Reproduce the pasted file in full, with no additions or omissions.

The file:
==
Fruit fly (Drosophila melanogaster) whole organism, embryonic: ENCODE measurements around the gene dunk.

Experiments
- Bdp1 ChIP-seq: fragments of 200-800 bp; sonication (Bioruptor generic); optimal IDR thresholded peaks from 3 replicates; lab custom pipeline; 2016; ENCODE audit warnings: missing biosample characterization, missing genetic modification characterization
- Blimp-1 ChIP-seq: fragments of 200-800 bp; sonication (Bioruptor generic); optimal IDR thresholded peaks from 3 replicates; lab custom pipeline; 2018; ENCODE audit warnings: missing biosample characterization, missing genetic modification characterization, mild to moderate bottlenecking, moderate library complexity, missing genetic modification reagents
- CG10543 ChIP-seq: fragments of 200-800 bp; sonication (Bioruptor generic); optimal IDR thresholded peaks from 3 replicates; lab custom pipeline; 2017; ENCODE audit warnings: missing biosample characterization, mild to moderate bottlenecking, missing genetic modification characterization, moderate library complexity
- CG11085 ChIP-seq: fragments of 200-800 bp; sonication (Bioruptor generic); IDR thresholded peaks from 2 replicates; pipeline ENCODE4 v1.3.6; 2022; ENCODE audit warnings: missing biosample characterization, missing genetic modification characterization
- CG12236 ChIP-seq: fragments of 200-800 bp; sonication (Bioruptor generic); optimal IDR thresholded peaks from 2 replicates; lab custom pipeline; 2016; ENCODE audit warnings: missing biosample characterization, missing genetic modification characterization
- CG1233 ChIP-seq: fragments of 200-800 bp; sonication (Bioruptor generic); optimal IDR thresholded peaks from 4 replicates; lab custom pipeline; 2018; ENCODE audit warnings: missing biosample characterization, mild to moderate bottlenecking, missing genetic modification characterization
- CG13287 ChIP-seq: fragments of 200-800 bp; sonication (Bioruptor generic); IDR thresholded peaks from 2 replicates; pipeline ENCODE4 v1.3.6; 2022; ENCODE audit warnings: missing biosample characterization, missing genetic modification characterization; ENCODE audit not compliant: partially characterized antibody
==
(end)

Fruit fly (Drosophila melanogaster) whole organism, embryonic: ENCODE measurements around the gene dunk.

Experiments
- Bdp1 ChIP-seq: fragments of 200-800 bp; sonication (Bioruptor generic); optimal IDR thresholded peaks from 3 replicates; lab custom pipeline; 2016; ENCODE audit warnings: missing biosample characterization, missing genetic modification characterization
- Blimp-1 ChIP-seq: fragments of 200-800 bp; sonication (Bioruptor generic); optimal IDR thresholded peaks from 3 replicates; lab custom pipeline; 2018; ENCODE audit warnings: missing biosample characterization, missing genetic modification characterization, mild to moderate bottlenecking, moderate library complexity, missing genetic modification reagents
- CG10543 ChIP-seq: fragments of 200-800 bp; sonication (Bioruptor generic); optimal IDR thresholded peaks from 3 replicates; lab custom pipeline; 2017; ENCODE audit warnings: missing biosample characterization, mild to moderate bottlenecking, missing genetic modification characterization, moderate library complexity
- CG11085 ChIP-seq: fragments of 200-800 bp; sonication (Bioruptor generic); IDR thresholded peaks from 2 replicates; pipeline ENCODE4 v1.3.6; 2022; ENCODE audit warnings: missing biosample characterization, missing genetic modification characterization
- CG12236 ChIP-seq: fragments of 200-800 bp; sonication (Bioruptor generic); optimal IDR thresholded peaks from 2 replicates; lab custom pipeline; 2016; ENCODE audit warnings: missing biosample characterization, missing genetic modification characterization
- CG1233 ChIP-seq: fragments of 200-800 bp; sonication (Bioruptor generic); optimal IDR thresholded peaks from 4 replicates; lab custom pipeline; 2018; ENCODE audit warnings: missing biosample characterization, mild to moderate bottlenecking, missing genetic modification characterization
- CG13287 ChIP-seq: fragments of 200-800 bp; sonication (Bioruptor generic); IDR thresholded peaks from 2 replicates; pipeline ENCODE4 v1.3.6; 2022; ENCODE audit warnings: missing biosample characterization, missing genetic modification characterization; ENCODE audit not compliant: partially characterized antibody